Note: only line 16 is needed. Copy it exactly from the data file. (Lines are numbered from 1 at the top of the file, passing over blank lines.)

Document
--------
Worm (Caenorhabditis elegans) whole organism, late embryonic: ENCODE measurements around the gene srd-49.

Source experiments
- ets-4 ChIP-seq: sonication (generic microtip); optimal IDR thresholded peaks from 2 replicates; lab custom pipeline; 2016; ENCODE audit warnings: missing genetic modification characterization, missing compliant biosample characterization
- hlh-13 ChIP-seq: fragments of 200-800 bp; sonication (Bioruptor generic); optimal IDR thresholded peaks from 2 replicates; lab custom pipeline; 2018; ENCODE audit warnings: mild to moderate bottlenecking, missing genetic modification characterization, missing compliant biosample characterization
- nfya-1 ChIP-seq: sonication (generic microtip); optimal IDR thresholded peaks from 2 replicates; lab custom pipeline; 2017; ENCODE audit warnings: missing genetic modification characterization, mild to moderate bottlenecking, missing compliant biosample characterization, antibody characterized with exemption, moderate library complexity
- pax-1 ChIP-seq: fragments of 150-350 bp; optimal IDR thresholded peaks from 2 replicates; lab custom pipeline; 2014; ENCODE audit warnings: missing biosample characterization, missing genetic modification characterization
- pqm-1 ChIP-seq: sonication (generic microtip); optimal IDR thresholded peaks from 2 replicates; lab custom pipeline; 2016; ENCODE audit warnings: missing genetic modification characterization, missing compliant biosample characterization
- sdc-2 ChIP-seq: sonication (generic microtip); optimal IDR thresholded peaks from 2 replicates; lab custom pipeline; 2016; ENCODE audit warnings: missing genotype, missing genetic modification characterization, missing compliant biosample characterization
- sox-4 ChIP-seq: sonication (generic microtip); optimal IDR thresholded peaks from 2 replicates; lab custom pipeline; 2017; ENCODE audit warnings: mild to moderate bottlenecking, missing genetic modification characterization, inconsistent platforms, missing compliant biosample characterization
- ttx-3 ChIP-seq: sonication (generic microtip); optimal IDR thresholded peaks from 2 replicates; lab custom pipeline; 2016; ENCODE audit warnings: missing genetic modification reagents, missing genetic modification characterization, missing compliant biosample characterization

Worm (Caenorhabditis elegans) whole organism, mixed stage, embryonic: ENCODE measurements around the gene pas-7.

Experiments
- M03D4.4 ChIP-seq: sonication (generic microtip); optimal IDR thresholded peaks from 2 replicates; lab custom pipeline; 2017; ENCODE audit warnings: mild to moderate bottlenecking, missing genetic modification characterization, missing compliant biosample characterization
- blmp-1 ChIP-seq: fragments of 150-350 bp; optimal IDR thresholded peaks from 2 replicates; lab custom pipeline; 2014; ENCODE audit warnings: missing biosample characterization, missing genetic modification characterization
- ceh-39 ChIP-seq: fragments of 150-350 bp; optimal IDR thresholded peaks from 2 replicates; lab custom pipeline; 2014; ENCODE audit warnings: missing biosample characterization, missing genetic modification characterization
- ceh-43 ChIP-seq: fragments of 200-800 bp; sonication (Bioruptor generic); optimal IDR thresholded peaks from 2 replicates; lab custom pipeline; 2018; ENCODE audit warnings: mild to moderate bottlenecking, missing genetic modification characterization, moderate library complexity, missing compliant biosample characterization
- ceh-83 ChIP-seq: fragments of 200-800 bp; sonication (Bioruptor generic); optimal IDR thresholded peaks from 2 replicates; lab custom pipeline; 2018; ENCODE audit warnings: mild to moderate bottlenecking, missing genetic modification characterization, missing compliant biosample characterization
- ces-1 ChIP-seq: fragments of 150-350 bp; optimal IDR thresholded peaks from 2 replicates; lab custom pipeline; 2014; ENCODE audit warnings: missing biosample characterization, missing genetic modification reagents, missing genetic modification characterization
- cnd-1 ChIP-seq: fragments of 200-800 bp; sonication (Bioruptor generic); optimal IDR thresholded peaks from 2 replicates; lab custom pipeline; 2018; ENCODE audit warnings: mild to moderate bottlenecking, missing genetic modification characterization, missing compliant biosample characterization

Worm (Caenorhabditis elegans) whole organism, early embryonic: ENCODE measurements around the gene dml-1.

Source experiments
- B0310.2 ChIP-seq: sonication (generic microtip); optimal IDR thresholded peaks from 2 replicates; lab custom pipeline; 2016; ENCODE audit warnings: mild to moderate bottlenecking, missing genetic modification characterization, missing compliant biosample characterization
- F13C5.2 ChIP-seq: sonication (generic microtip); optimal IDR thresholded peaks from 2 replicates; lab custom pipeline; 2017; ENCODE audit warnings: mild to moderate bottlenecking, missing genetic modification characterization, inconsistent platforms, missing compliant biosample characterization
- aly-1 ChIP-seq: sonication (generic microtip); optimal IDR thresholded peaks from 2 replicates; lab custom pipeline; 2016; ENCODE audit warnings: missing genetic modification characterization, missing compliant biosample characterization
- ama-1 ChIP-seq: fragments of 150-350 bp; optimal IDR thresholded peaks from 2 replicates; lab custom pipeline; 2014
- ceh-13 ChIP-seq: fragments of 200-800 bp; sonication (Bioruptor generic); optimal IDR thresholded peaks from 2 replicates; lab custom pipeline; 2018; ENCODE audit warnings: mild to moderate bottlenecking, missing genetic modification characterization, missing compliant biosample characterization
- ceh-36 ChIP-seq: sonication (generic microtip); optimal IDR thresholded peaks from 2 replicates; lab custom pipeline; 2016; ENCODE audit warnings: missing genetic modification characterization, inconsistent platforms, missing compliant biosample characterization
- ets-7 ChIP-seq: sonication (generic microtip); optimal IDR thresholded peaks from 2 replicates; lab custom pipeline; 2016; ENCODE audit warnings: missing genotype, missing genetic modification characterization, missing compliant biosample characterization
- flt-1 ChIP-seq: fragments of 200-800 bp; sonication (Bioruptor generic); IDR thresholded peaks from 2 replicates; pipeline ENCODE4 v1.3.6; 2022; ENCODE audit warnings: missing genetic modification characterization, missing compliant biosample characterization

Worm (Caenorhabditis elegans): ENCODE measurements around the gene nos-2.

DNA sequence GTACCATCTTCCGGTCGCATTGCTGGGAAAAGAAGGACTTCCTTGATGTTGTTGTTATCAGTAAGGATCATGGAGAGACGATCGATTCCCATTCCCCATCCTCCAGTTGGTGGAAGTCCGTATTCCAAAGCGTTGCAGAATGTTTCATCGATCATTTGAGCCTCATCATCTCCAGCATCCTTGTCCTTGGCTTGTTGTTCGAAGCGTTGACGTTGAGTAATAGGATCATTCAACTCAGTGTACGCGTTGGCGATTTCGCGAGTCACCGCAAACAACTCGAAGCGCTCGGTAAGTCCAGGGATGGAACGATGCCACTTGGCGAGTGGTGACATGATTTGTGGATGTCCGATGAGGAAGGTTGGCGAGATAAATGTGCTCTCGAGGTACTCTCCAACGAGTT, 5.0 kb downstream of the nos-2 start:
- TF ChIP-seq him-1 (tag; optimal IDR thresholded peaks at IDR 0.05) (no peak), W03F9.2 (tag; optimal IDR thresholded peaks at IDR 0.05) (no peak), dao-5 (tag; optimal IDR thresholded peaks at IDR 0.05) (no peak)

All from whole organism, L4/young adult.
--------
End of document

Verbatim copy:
- ceh-43 ChIP-seq: fragments of 200-800 bp; sonication (Bioruptor generic); optimal IDR thresholded peaks from 2 replicates; lab custom pipeline; 2018; ENCODE audit warnings: mild to moderate bottlenecking, missing genetic modification characterization, moderate library complexity, missing compliant biosample characterization